Throughout the past years I have become aware that there are people who tired of hearing me talk about the experience. They didn’t understand why I was having trouble dealing because to their eyes Mr. T. had no lasting effects. Yet I still felt the need to talk about it. I couldn’t shake it. I couldn’t let go. There was a constant ache in my heart. Yet as I continued to try to verbalize that ache I could feel the judgments. I could almost hear “Oh my god not again” It was when someone mentioned that I needed to get over it that I stopped talking about it and started to write about it.

Why do we do this to ourselves? Why do we feel like there is a chart for our grief and in order to make it onto this chart there is a list of criteria we must check off? We compare ourselves to others out there and think that because someone has it much harder than us that we aren’t entitled to feel sadness. Is this where our world has ended up? That even grief has become a competition? A sad little reality show where there is only one winner and only the most distressing story wins the right to openly grieve. Why would someone think they have the right to judge my feelings? Or to dictate how deep my worry should venture?

The conversation that started my whole change in thought was, as Oprah calls it, my light bulb moment. I will not apologize for feeling the immense anguish that I have felt. I do grieve. I grieve for the loss of that magical first baby experience. My heart aches a palpable pain every time I sit with Mr. T through another test, x-ray, needle…My wounds are my wounds to heal the way I need to heal them. They don’t need to be compared to anyone else’s heartbreak. We are all walking our own path and are climbing our own mountains. This is my mountain and with Mr. T, Ms. J and Mr. C by my side I will make it to the top. That I can guarantee.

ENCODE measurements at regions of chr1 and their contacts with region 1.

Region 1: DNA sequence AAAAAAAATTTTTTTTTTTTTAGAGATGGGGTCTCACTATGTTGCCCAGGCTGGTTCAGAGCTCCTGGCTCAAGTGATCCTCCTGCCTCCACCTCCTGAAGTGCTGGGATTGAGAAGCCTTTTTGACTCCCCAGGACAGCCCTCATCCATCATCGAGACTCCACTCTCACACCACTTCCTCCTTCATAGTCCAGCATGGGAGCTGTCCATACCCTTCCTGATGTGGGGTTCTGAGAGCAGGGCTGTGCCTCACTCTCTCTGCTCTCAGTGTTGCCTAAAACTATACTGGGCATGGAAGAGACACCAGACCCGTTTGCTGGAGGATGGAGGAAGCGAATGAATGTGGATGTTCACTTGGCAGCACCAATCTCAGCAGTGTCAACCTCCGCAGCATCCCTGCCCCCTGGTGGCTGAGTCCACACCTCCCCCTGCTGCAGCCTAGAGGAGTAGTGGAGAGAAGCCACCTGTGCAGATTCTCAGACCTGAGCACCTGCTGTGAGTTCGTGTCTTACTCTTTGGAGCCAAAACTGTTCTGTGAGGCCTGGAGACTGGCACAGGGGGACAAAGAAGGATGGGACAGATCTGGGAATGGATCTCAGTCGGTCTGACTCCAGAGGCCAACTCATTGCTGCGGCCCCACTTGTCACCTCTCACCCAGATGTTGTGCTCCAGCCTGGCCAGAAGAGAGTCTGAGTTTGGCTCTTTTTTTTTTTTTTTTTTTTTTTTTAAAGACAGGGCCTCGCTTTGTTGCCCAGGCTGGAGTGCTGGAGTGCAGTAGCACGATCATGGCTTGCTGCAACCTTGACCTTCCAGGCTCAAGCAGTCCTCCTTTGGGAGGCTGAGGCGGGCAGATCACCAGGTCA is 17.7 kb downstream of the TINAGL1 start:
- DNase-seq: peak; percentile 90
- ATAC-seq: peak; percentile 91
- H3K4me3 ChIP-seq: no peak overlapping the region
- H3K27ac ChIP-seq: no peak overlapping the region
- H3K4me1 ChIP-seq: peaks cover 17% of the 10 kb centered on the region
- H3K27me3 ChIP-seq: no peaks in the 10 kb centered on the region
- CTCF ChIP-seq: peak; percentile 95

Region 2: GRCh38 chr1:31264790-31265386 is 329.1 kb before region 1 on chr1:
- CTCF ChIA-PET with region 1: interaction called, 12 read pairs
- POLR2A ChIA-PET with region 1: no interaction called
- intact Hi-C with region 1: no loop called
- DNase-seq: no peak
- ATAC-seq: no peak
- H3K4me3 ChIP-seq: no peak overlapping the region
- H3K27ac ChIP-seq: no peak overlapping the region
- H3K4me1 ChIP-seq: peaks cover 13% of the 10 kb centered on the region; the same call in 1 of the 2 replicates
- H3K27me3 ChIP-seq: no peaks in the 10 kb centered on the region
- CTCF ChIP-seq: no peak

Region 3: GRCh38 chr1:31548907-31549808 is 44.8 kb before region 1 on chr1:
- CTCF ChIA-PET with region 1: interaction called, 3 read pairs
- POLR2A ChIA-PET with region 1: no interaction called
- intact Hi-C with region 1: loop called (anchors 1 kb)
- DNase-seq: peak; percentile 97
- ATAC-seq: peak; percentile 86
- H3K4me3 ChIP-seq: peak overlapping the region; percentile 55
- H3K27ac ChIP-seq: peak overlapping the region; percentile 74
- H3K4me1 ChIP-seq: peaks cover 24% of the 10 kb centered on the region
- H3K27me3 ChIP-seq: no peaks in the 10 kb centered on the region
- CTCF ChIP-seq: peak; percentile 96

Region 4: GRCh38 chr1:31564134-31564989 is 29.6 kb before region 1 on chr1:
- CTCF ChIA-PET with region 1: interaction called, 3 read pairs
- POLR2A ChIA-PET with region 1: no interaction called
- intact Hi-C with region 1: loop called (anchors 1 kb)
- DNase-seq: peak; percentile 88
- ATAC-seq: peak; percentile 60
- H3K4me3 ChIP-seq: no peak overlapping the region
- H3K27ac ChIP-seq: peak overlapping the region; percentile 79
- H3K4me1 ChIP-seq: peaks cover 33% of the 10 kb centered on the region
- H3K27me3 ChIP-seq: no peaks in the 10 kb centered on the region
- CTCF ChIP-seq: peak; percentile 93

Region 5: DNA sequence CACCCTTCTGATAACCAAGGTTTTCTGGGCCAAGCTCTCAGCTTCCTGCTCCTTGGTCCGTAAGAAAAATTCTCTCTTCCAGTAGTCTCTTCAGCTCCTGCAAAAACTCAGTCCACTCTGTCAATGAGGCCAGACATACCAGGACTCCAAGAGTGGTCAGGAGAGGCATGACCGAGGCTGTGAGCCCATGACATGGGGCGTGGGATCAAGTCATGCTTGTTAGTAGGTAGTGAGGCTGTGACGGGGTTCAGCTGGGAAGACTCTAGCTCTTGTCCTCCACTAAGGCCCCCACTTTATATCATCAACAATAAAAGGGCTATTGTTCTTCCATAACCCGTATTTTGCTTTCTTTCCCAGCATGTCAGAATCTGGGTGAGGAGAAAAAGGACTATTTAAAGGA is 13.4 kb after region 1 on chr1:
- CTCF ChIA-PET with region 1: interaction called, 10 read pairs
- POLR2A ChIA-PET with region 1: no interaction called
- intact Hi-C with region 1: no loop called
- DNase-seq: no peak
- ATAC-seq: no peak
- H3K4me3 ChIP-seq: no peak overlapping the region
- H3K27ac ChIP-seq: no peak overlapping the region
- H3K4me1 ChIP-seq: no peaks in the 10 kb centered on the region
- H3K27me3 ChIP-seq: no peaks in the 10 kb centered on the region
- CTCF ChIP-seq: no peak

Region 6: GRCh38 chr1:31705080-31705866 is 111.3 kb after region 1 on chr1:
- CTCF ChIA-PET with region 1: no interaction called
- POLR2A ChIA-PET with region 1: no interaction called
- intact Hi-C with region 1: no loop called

When do we have it all?

It is just after 9pm. I am barely able to keep my eyes open. There are toys strewn across the floor in front of me but I know that I can spend the evening cleaning them up and within 5 minutes of these kids getting out of bed they will be right back on the floor. This thought makes me feel even more tired. It makes me choose to sit on the couch with my laptop and write about how much I have to do instead of actually doing all of the things I have to do.